Thursday, November 24, 2022

The Final Films (bought for the blog)

The Ministers
and Act of Contrition (The Redeemed) (2019)

I wonder how many other people in the world have seen both films I watched for this week’s Movie Churches. I don’t think there are a great many people in the world who have heard of both of this week’s films -- or either of this week’s films. They're not on most of the streaming services, but you can look them up on IMDb. As you can see by the photograph, they do exist in DVD form. In fact, I purchased them for this blog.

During Movie Churches' seven-year life, we've looked at a mix of obscure films and classics, very popular contemporary films and widely ignored modern movies. We’ve featured The Godfather and Sound of Music, as well as Oscar winners like Spotlight while they were still in the theaters. Sometimes we’ve featured wonderful (and awful) foreign films that were well known in their homelands, but not so well known here in the U.S. Some films we've talked about caused a stir back in their day, but are now widely forgotten.

The whole point of this blog has been to bring those in the church to consider how they are portrayed in the world and to bring some filmgoers to consider the accuracy of the portrayals of the church and clergy in what they viewed. But what about films that have, it seems, no cultural impact whatsoever?

On the other hand, a great number of people devoted time, energy, talent, and funds to bring these pictures about, and it does seem the filmmakers were trying to say something about issues of faith, so more power to ‘em, I guess.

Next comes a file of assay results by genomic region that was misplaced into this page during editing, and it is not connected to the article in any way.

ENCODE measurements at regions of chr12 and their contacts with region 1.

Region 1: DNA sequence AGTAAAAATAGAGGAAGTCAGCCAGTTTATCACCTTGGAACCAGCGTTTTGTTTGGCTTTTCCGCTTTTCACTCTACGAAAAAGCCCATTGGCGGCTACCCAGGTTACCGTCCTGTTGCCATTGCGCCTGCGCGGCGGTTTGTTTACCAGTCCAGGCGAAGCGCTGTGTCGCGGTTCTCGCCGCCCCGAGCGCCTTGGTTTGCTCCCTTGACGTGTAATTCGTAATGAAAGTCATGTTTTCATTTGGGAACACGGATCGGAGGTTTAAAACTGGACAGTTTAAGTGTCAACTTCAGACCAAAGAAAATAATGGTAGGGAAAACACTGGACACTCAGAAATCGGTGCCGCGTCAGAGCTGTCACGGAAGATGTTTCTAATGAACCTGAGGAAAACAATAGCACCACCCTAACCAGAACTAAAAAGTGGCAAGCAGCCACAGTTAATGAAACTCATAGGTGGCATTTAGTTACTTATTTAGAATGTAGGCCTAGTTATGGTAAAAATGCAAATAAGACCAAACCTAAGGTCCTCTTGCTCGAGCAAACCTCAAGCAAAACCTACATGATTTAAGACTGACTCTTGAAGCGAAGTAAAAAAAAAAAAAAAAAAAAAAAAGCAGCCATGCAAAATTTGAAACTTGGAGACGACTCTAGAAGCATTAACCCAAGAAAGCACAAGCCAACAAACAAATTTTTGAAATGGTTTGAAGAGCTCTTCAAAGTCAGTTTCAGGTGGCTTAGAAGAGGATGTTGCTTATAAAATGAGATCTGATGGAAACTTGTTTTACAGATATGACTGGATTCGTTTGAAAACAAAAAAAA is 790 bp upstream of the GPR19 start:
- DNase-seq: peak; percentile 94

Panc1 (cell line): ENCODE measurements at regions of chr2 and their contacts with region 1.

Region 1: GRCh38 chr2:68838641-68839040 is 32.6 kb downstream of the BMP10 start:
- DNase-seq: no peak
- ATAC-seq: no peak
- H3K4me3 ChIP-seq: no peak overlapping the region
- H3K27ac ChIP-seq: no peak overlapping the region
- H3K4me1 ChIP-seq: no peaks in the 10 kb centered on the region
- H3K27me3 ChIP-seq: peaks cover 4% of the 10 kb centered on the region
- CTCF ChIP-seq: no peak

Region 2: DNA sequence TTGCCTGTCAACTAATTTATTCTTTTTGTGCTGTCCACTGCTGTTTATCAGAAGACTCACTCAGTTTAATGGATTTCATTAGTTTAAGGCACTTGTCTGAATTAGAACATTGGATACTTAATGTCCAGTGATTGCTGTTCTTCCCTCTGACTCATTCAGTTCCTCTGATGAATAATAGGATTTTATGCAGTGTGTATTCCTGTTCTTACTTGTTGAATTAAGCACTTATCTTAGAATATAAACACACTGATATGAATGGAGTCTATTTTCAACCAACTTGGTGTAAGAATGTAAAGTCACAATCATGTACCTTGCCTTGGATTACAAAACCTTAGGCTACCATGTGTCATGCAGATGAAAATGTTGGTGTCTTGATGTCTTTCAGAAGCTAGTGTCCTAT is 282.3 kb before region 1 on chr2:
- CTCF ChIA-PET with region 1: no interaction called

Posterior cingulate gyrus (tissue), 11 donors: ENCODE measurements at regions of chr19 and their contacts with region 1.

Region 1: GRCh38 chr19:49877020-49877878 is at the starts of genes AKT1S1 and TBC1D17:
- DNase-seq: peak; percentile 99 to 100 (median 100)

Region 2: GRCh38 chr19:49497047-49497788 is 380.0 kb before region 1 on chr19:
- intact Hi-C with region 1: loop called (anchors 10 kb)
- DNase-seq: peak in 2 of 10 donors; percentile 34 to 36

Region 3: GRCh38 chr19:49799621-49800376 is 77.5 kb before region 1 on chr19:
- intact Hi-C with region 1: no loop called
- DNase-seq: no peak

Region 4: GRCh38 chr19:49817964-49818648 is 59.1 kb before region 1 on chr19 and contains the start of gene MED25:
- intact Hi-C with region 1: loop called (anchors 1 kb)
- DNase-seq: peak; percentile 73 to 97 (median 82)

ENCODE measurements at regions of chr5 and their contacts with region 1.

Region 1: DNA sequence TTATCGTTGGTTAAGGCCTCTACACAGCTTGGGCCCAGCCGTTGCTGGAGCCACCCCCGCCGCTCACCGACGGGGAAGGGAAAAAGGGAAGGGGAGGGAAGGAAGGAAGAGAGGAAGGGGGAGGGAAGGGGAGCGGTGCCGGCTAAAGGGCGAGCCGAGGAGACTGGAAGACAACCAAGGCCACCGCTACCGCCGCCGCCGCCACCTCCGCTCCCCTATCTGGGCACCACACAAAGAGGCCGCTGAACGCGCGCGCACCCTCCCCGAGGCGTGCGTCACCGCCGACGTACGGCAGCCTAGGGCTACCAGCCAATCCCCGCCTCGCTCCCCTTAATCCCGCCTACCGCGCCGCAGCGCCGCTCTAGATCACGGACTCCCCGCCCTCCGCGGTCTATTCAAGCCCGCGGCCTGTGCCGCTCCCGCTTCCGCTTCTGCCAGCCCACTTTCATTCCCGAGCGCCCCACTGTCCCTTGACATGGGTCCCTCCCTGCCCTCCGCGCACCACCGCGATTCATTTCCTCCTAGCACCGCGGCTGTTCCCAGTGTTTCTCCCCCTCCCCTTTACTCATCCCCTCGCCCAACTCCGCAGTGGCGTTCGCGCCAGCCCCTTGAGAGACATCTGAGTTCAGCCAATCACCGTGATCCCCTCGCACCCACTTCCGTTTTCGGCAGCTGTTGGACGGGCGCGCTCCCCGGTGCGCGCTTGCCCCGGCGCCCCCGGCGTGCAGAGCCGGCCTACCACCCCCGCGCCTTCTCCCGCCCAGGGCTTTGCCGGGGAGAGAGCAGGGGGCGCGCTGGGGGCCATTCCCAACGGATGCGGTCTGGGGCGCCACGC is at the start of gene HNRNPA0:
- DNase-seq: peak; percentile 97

2009’s The Ministers is about twin brothers (played by John Leguizamo) who want to avenge their father’s death. He was murdered by corrupt cops (among them Harvey Keitel). The brothers commit a number of other jobs, often of the vigilante variety, leaving behind religious tracts that their late father had used. Their father, a minister who cared for his community, would almost certainly have been displeased by his sons' actions.

The Ministers pray for forgiveness before they go out to do their killings, but I don’t think that’s how it’s supposed to work -- the Lord’s Prayer doesn’t say, “Forgive our upcoming transgressions.” They also quote Scripture, even at the scene of the crime, which in my book makes what they do worse rather than better.

2019’s Act of Contrition (aka The Redeemed) stars Joe Estevez as a gangster who tries, on the last day of his life, to return to his estranged family. There are abundant voiceovers and flashbacks in the film but I’ll admit I had great difficulty following the plot. (Usually, when I have trouble discerning a plot point, I go to Wikipedia’s film summary, but The Ministers had a two-sentence plot summary and Act of Contrition was not to be found.)

Father Victor (Gregory Patrick Agnew), a priest, lies to the authorities to cover for his family. He also has a history of drinking problems and yet pulls out a bottle when visiting a member of the family in the hospital (“for old time’s sake”). Another priest, Father Boyle (Matt McCoy) says about him, “He is a spiritually charged, renegade priest.” But he seems like a poor representative of his faith to me.

So what do we have for Steeple Ratings for these two films? The pastor we see briefly in flashbacks in The Ministers seems decent enough, so we’ll give him three steeples. (His parenting skills -- raising murderers who expect preemptive forgiveness -- brings him down a bit.) Father Victor in Act of Contrition earns a meager two steeples.

This is the last weekly review for Movie Churches, but next week we’ll start a month of review starting with the worst films in our seven-year history.

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